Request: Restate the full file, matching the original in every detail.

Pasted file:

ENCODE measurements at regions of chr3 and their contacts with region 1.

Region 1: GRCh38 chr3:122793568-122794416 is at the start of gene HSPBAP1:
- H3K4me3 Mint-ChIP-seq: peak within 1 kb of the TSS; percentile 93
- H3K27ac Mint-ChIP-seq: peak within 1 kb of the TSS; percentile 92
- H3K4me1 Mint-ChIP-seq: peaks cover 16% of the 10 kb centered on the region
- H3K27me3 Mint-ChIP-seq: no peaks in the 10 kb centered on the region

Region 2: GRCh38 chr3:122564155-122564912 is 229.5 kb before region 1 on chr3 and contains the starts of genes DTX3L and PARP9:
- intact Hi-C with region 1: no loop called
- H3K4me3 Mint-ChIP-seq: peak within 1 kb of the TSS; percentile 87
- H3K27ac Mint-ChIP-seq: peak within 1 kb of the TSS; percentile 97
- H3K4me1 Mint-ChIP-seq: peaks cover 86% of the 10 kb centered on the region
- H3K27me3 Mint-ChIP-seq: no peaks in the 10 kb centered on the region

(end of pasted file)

ENCODE measurements at regions of chr3 and their contacts with region 1.

Region 1: GRCh38 chr3:122793568-122794416 is at the start of gene HSPBAP1:
- H3K4me3 Mint-ChIP-seq: peak within 1 kb of the TSS; percentile 93
- H3K27ac Mint-ChIP-seq: peak within 1 kb of the TSS; percentile 92
- H3K4me1 Mint-ChIP-seq: peaks cover 16% of the 10 kb centered on the region
- H3K27me3 Mint-ChIP-seq: no peaks in the 10 kb centered on the region

Region 2: GRCh38 chr3:122564155-122564912 is 229.5 kb before region 1 on chr3 and contains the starts of genes DTX3L and PARP9:
- intact Hi-C with region 1: no loop called
- H3K4me3 Mint-ChIP-seq: peak within 1 kb of the TSS; percentile 87
- H3K27ac Mint-ChIP-seq: peak within 1 kb of the TSS; percentile 97
- H3K4me1 Mint-ChIP-seq: peaks cover 86% of the 10 kb centered on the region
- H3K27me3 Mint-ChIP-seq: no peaks in the 10 kb centered on the region